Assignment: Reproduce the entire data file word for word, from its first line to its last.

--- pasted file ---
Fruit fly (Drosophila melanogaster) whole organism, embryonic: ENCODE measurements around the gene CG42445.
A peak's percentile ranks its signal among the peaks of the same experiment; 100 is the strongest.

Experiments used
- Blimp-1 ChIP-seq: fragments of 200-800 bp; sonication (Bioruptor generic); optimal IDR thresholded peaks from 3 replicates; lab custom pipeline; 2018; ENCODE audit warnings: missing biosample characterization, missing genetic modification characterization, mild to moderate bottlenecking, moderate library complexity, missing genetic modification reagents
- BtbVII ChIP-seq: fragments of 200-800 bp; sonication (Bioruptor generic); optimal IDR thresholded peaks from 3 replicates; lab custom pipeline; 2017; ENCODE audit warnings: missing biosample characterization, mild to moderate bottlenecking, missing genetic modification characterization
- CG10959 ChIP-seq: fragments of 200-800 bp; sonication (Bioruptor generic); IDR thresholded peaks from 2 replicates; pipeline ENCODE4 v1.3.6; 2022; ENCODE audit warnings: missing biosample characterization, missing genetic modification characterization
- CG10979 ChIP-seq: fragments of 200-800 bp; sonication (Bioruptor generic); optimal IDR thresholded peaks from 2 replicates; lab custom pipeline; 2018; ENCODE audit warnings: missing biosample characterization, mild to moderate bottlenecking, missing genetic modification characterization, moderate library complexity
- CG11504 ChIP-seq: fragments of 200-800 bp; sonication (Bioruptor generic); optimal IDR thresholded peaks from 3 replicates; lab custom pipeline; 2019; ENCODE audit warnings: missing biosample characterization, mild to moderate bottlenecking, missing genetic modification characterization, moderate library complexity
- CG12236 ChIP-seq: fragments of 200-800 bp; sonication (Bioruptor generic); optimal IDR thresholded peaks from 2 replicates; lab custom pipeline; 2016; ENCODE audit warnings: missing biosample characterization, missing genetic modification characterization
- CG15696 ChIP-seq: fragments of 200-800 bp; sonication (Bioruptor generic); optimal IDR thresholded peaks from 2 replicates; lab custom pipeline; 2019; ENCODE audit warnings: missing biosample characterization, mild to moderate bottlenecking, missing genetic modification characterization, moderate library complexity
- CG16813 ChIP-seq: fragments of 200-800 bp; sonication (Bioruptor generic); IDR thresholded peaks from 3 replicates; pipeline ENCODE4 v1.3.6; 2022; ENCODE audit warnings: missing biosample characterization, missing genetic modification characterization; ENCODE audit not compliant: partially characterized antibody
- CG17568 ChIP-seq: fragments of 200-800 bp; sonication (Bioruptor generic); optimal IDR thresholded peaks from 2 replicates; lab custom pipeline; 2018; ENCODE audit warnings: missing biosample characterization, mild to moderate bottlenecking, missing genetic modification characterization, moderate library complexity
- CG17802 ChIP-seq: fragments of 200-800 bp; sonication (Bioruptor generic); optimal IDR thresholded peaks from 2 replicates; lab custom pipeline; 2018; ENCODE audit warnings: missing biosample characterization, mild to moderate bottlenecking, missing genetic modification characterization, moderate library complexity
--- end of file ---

Fruit fly (Drosophila melanogaster) whole organism, embryonic: ENCODE measurements around the gene CG42445.
A peak's percentile ranks its signal among the peaks of the same experiment; 100 is the strongest.

Experiments used
- Blimp-1 ChIP-seq: fragments of 200-800 bp; sonication (Bioruptor generic); optimal IDR thresholded peaks from 3 replicates; lab custom pipeline; 2018; ENCODE audit warnings: missing biosample characterization, missing genetic modification characterization, mild to moderate bottlenecking, moderate library complexity, missing genetic modification reagents
- BtbVII ChIP-seq: fragments of 200-800 bp; sonication (Bioruptor generic); optimal IDR thresholded peaks from 3 replicates; lab custom pipeline; 2017; ENCODE audit warnings: missing biosample characterization, mild to moderate bottlenecking, missing genetic modification characterization
- CG10959 ChIP-seq: fragments of 200-800 bp; sonication (Bioruptor generic); IDR thresholded peaks from 2 replicates; pipeline ENCODE4 v1.3.6; 2022; ENCODE audit warnings: missing biosample characterization, missing genetic modification characterization
- CG10979 ChIP-seq: fragments of 200-800 bp; sonication (Bioruptor generic); optimal IDR thresholded peaks from 2 replicates; lab custom pipeline; 2018; ENCODE audit warnings: missing biosample characterization, mild to moderate bottlenecking, missing genetic modification characterization, moderate library complexity
- CG11504 ChIP-seq: fragments of 200-800 bp; sonication (Bioruptor generic); optimal IDR thresholded peaks from 3 replicates; lab custom pipeline; 2019; ENCODE audit warnings: missing biosample characterization, mild to moderate bottlenecking, missing genetic modification characterization, moderate library complexity
- CG12236 ChIP-seq: fragments of 200-800 bp; sonication (Bioruptor generic); optimal IDR thresholded peaks from 2 replicates; lab custom pipeline; 2016; ENCODE audit warnings: missing biosample characterization, missing genetic modification characterization
- CG15696 ChIP-seq: fragments of 200-800 bp; sonication (Bioruptor generic); optimal IDR thresholded peaks from 2 replicates; lab custom pipeline; 2019; ENCODE audit warnings: missing biosample characterization, mild to moderate bottlenecking, missing genetic modification characterization, moderate library complexity
- CG16813 ChIP-seq: fragments of 200-800 bp; sonication (Bioruptor generic); IDR thresholded peaks from 3 replicates; pipeline ENCODE4 v1.3.6; 2022; ENCODE audit warnings: missing biosample characterization, missing genetic modification characterization; ENCODE audit not compliant: partially characterized antibody
- CG17568 ChIP-seq: fragments of 200-800 bp; sonication (Bioruptor generic); optimal IDR thresholded peaks from 2 replicates; lab custom pipeline; 2018; ENCODE audit warnings: missing biosample characterization, mild to moderate bottlenecking, missing genetic modification characterization, moderate library complexity
- CG17802 ChIP-seq: fragments of 200-800 bp; sonication (Bioruptor generic); optimal IDR thresholded peaks from 2 replicates; lab custom pipeline; 2018; ENCODE audit warnings: missing biosample characterization, mild to moderate bottlenecking, missing genetic modification characterization, moderate library complexity